Monday, November 16, 2009

Episode Thirty-Three: "If Obama Would've Produced That Doggone Birth Certificate, Lou Dobbs Wouldn't Have Been Kidnapped by an Army of Invaders"

RHODA: I heard chants celebrating La Raza, and saw signs that said Lou Dobbs still belongs to Mexico.

MARY: It was an army of invaders, Rhoda.

RHODA: Lou Dobbs calls it the reconquista.

MARY: Lou Dobbs cured 7,000 lepers.

RHODA: Lou Dobbs is worried about his robust bodily form. Lou Dobbs wandered the city on the burning end of a cigarette.

MARY: Lou Dobbs consists of coalesced microspherulites and dark bands with isolated microspherulites.

RHODA: A thick, brown stripe runs down each side of Lou Dobbs's body from his neck to the base of his tail.

MARY: "Is Barack Obama the devil?" Bill O'Reilly asked Lou Dobbs.

RHODA: "If Obama would've produced that doggone birth certificate, he would've shut all this nonsense down," Lou Dobbs said.

MARY: Then maybe Lou Dobbs wouldn't have been kidnapped by an army of invaders.

RHODA: Any excitement that Lou Dobbs still finds in the pursuit of pleasure is fast disintegrating into a panting succession of mechanical gestures.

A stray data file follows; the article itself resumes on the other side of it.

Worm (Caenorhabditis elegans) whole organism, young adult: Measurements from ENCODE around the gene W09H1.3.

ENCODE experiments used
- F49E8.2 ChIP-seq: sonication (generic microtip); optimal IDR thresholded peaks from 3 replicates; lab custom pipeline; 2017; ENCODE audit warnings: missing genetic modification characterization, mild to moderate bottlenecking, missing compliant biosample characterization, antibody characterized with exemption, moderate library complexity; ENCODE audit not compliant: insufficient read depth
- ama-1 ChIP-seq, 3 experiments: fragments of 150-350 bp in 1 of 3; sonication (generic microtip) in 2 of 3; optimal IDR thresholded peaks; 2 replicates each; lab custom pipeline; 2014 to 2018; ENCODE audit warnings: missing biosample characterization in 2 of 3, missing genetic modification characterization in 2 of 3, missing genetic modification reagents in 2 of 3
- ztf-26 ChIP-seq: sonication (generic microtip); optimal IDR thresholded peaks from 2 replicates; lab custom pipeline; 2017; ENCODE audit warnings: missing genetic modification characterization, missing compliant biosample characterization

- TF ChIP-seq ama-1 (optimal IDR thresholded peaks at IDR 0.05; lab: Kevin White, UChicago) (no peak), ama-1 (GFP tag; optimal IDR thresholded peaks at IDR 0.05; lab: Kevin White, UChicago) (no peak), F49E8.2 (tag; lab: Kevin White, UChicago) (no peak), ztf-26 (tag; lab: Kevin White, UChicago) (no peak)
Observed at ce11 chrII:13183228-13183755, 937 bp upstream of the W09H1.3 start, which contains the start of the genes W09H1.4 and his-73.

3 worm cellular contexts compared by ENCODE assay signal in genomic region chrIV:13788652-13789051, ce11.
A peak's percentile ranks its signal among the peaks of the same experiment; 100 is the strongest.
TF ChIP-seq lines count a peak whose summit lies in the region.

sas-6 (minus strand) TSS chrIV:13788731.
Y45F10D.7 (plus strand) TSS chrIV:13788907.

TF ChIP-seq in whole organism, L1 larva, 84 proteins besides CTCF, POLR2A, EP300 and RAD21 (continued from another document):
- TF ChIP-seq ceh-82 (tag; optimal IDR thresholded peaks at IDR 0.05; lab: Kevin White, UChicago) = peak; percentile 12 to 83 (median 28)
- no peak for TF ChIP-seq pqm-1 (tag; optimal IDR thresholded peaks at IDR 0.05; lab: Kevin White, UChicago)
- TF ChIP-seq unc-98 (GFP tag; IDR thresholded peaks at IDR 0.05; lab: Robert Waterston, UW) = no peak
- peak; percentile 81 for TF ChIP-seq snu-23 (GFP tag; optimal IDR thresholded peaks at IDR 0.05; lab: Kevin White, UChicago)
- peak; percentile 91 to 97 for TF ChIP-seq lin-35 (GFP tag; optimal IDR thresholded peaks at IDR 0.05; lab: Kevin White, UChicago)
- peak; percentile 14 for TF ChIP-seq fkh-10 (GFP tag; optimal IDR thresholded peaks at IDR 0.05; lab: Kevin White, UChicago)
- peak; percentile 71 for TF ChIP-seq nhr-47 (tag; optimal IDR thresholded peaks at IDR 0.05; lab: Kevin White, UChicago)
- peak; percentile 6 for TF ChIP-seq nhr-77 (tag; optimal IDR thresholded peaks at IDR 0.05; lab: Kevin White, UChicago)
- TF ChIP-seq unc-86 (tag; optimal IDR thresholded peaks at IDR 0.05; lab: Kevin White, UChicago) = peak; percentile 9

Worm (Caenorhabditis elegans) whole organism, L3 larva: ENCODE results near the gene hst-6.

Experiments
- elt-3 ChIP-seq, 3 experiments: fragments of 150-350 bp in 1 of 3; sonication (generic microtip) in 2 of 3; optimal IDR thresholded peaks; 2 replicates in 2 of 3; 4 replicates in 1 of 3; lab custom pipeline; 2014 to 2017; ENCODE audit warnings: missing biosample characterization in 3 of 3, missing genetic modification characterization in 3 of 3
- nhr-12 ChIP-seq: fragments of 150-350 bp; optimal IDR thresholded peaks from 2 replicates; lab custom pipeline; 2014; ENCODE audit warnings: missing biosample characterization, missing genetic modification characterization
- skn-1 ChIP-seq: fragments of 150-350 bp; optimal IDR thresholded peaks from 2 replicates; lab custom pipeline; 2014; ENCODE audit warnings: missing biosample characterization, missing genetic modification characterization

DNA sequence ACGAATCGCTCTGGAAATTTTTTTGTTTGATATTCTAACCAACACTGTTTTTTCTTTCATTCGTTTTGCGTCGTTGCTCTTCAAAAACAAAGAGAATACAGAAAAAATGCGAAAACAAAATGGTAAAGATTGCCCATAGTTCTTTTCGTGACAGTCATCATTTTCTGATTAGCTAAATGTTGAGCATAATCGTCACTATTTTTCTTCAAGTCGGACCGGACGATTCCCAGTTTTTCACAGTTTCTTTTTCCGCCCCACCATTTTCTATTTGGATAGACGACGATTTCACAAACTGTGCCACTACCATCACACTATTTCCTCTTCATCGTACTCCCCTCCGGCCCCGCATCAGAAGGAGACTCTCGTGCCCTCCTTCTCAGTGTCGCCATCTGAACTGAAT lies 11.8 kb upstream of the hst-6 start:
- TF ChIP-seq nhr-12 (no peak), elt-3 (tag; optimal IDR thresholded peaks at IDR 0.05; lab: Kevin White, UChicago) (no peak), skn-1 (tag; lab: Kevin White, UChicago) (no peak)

MARY: The reconquista invaders who kidnapped Lou Dobbs left behind a cosmic force -- the sense of the simultaneous -- which Lou Dobbs's passing presence on CNN never could provide.

RHODA: What remains of such joy, Mary?

MARY: Only vertigo, giddy transience, the effort to provide "illegal aliens" with free medical care, as Lou Dobbs said on October 1, 2003, and to sneak their children into public schools, which he reported the next day.

RHODA: And to look the other way when they commit sex crimes, as Lou Dobbs talked about on October 30, 2003. And to give them special breaks on college tuition, like Lou Dobbs said eight days earlier.

MARY: And to encourage them to clog up the federal prison system, like he reported on November 4, 2003.

RHODA: Sixteen days later, Lou Dobbs said that immigrants were "flooding across our borders carrying dangerous diseases."

What's the use of threading pearls to make a garland of memories, Rhoda, if the weight of Lou Dobbs snaps the thread?

RHODA: What do I want? Not a succession of moments, but one huge instant. Cable news is the opportunity to go and see what has been banalized.

MARY: Some leaders in media, politics, and business urged Lou Dobbs to go beyond his role at CNN and to engage in constructive problem-solving. Some leaders in media, politics, and business want Lou Dobbs to contribute positively to a better understanding of the great issues of our day.

RHODA: Lou Dobbs's witty and sophisticated friends, subtle drugs, seven-course meals, heady liqueurs, and sultry perfumes occupied the main part of the time that we lived outside of modern production until the reconquista.


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